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Closing the gap: progress, but more effort needed

18 July 2017
Indigenous health in the spotlight

With some exceptions, primary health care is failing to deliver adequate preventive health care to Indigenous Australians who experience higher levels of ill health than non-Indigenous people, new research reveals.

The findings add to a catalogue of similar research findings and stand in the face of major health and Medicare programs that have sought to improve health outcomes in Indigenous Australians through better access to preventive health assessments and follow-up care by primary healthcare providers.

The latest findings, published by in Globalization and Health by Australian researchers, are based on an audit of 17,108 of health records of well adults seen at 137 primary health care centres in five states/territories between 2005 and 2014.

The good news is we saw improvements in some areas of preventive healthcare
Jodie Bailie, University of Sydney.

The audit examined whether best practice preventive health care assessments, such as blood pressure checks and heart health screening were recorded, and whether healthcare providers provided follow-up care based on health assessments findings.

Based on input from indigenous health stakeholders, the researchers made their conclusions by reviewing data in six priority areas: follow-up of abnormal blood pressure, heart health, urinalysis, blood lipids, enquiries about living conditions, and follow up of people at risk poor emotional well-being.

“The good news is we saw improvements in some areas of preventive healthcare,” said the paper’s lead author, Jodie Bailie of the University of Sydney.

“For example, we found more up to-date health summaries and immunisation records, increases in the measurement of weight and blood pressure, increased delivery of brief interventions for patients using high levels of alcohol, and better recording of Medicare numbers. Overall the delivery of preventive care in these areas has improved.  However, we saw a concerning ten per cent decline in follow up healthcare plans for patients with high blood pressure and a 25 per cent decline in follow up healthcare plans for patients with poor emotional well-being

“Also, there was wide variation between health centres in nearly all aspects of preventive care. This is due to failures or weakness in the wider health system. Some of the areas that need improving are the follow up of healthcare plans for patients with high blood pressure and follow up healthcare plans for patients with poor emotional well-being.”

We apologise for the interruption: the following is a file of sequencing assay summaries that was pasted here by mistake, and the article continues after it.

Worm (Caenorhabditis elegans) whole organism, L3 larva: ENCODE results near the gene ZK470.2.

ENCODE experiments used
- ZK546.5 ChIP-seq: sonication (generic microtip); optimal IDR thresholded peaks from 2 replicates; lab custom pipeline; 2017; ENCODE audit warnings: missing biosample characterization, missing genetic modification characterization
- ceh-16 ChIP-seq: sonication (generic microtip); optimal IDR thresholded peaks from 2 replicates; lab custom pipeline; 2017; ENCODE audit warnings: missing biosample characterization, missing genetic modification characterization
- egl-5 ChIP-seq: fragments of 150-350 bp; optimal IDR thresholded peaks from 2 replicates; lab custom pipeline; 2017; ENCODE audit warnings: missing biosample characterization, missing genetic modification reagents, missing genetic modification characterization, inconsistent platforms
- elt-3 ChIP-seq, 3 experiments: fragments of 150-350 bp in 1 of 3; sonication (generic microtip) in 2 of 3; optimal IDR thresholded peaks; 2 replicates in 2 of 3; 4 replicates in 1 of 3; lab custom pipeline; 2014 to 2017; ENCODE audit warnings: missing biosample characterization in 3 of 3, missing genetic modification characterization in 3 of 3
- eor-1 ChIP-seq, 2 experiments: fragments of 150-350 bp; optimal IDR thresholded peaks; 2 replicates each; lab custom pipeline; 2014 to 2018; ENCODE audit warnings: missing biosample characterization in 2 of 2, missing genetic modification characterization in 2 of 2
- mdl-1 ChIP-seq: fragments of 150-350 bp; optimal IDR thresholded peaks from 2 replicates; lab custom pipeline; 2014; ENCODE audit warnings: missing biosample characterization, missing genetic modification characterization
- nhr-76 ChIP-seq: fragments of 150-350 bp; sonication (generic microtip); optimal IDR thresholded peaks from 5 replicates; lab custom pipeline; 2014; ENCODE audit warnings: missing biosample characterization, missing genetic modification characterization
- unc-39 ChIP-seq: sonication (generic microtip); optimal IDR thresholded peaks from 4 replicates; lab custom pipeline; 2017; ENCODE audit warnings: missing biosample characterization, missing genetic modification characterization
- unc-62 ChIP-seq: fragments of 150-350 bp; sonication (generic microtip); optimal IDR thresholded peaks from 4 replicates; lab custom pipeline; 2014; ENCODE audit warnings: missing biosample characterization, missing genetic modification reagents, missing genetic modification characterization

“Furthermore, research shows that while screening, or health assessments, may increase new diagnoses, there is no evidence that they prevent hospitalisations or premature death. While reasons for the lack of impact of health assessments are not well understood, it’s clear that health assessments have limited potential to improve health outcomes in the absence of appropriate follow-up care.”

The research also identified key drivers to improve care. These include:

  • the need for strong Indigenous participation in the primary care service
  • systems to support the meaningful use of data to improve quality of care
  • further training and support to use clinical information systems.

Key findings

Overall delivery of preventive care

  • On average, 60 per cent of patients received best-practice preventive care (2014), an increase from 35 per cent since 2005.
  • However, there continues to be wide variation between health care providers (20 – 85 per cent)

Blood pressure checks

  • On average, only 20 per cent of patients with high blood pressure had a follow-up plan recorded in their health records (2014), a decline from 30 per cent since 2005.
  • There was wide variation among healthcare providers in recording the need for follow-up care: 2005: (0 – 60 per cent); 2014: (0 – 100 per cent)

Cardiovascular disease checks

  • On average, 40 per cent of patients received cardiovascular disease risk assessment (2014). This item was introduced into the preventive health audit tool in 2010 and the audit reveals that CVD risk assessments have risen between 2010-2014. 
  • However, the latest 2014 data shows wide variation between healthcare providers providing CVD risk assessments (0 – 85 per cent). 

Urinalysis

  • On average, 60 per cent of patients had urinalysis to check for the presence of several diseases (2014). This has risen since 2010 when 30 per cent of patients had urinalysis.
  • However, the latest 2014 data shows wide variation among healthcare providers providing urinalysis risk (0 – 100 per cent). 

Lipid profiles

  • On average, 55 per cent of patients had a lipid profile test to check the amount of “good” and “bad” cholesterol in blood (2014). This figure has risen from 35 per cent since 2010.
  • The latest 2014 data shows wide variation between healthcare providers providing a lipid profile test (10 – 90 per cent). 

Living conditions

  • On average, 40 per cent of patients were asked about their living conditions, family relationships and substance abuse (2014). This figure has risen from 14 per cent since 2010
  • The latest 2014 data shows wide variation between healthcare providers asking patients about their living conditions (0 – 90 per cent).

Emotional well-being

  • On average, 40 per cent of patients were screened for their emotional well-being (2014). This figure has fallen from 65 per cent since 2010.
  • The latest 2014 data shows wide variation between healthcare providers asking patients about their emotional well-being (0 – 100 per cent).
  • A minority of patients assessed as having poor emotional well-being had follow-up care such as counselling, behavior therapy or medications recorded in their health records.

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